Historicizing the media effects debate

Authored by: Theresa Cronin

The Routledge Companion to British Media History

Print publication date:  September  2014
Online publication date:  September  2014

Print ISBN: 9780415537186
eBook ISBN: 9781315756202
Adobe ISBN: 9781317629474

10.4324/9781315756202.ch7

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Abstract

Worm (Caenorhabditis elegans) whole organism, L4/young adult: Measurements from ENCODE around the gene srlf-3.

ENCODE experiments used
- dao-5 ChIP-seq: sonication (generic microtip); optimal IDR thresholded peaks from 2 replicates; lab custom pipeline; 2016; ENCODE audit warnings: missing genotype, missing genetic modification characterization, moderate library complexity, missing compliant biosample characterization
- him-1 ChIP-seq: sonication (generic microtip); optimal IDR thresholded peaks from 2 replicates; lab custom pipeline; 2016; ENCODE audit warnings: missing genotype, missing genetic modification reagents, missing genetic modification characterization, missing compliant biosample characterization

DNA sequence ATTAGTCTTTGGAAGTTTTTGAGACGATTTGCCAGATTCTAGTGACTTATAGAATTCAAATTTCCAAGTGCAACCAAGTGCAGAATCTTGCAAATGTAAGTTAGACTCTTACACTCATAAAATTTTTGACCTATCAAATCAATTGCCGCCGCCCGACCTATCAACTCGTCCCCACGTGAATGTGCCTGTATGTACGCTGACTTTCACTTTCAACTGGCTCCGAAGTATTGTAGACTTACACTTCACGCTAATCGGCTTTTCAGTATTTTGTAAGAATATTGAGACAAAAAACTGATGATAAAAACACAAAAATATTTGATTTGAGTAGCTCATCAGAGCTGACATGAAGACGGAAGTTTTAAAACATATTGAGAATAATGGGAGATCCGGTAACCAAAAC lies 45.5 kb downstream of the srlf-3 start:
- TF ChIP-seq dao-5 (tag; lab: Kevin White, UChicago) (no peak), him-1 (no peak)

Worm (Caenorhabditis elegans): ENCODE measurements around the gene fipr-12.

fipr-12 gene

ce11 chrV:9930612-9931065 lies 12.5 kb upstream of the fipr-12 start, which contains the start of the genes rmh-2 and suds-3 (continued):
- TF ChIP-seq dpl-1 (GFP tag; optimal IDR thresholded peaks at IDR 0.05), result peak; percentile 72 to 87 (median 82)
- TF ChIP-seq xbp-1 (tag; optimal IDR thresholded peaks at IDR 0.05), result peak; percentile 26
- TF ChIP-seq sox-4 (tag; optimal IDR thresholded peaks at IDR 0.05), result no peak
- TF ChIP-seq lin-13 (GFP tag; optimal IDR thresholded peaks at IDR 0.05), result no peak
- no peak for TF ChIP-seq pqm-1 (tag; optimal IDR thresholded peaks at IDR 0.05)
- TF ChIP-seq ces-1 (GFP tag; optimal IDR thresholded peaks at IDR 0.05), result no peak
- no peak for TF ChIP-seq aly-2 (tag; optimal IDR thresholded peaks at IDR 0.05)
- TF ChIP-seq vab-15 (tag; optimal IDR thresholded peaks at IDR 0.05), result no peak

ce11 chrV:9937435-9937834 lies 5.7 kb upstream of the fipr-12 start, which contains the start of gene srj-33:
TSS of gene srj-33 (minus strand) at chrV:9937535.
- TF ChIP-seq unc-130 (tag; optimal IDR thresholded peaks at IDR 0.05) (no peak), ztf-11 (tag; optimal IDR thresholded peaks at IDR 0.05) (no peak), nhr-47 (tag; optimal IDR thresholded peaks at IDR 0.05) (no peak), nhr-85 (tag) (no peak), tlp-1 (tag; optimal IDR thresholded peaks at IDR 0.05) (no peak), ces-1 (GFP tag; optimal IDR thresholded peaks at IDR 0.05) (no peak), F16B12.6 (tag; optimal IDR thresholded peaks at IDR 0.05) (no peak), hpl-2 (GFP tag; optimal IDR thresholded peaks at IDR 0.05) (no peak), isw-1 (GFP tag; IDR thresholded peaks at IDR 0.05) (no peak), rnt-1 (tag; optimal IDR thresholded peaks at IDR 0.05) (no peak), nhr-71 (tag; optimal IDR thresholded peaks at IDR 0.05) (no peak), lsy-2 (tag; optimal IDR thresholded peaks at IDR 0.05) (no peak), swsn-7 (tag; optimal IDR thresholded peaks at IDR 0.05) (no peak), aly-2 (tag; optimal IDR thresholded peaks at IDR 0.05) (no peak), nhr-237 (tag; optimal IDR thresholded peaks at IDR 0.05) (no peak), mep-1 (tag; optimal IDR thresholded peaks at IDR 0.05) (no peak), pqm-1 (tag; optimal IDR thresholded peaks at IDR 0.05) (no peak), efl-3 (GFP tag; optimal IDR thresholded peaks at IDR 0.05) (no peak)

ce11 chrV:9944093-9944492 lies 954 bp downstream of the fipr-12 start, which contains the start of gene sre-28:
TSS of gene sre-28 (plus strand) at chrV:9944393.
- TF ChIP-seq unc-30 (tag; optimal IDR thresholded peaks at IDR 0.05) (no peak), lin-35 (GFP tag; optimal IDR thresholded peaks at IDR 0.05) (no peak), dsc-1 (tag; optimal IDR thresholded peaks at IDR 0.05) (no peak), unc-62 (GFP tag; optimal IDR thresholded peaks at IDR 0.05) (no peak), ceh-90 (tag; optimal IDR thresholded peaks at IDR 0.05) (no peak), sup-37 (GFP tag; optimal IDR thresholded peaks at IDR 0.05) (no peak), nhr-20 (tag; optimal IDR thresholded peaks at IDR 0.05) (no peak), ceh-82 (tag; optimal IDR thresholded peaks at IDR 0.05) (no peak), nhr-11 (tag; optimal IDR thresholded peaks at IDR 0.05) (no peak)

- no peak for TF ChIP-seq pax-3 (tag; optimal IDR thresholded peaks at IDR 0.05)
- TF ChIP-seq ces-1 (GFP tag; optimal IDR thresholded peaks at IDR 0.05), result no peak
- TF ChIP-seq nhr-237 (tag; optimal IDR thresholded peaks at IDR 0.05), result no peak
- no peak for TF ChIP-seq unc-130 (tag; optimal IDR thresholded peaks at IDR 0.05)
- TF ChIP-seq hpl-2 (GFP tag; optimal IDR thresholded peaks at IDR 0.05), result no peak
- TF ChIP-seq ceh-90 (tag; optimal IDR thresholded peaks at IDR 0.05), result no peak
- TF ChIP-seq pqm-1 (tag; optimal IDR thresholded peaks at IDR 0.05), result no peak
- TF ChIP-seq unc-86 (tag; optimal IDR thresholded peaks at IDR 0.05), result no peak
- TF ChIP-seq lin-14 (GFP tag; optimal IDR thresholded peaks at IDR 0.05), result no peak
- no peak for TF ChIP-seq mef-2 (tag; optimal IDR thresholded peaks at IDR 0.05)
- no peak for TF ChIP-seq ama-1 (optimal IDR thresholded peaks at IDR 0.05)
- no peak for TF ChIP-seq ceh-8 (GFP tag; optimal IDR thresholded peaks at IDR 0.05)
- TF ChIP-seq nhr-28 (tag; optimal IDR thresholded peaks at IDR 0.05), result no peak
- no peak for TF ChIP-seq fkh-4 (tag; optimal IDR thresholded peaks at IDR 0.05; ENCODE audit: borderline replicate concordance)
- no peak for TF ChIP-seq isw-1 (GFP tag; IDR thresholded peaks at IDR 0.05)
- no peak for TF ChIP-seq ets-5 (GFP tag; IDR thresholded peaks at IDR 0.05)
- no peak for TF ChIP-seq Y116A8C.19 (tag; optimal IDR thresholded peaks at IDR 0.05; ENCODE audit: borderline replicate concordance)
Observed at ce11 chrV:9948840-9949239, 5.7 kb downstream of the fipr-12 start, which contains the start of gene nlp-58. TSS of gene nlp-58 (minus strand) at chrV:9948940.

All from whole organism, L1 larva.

‘Media effects’ are perhaps one of the most frequently discussed and hotly debated topics in media studies. From debates over the effects of playing violent video games on children, through concerns over young women accessing pro-anorexia websites, to questions about the possible damaging effects of online pornography, potential media effects are of enduring interest to media students and the general public alike. As we shall see, these are perennial debates that appear to resurface with the invention and proliferation of each new media form. This chapter will therefore place the question of media effects within the context of a long history of public concern for the moral welfare of children and young people. It will demonstrate a clear link between media effects and regulation in the UK. However, it will also argue that the very real epistemological problems that underpin media effects research means that these laws are not necessarily founded on a secure evidence base. Rather, the move toward greater regulation of media in the UK has instead been driven by high-profile media stories that have naturalized the relationship between violent media and violent crime.

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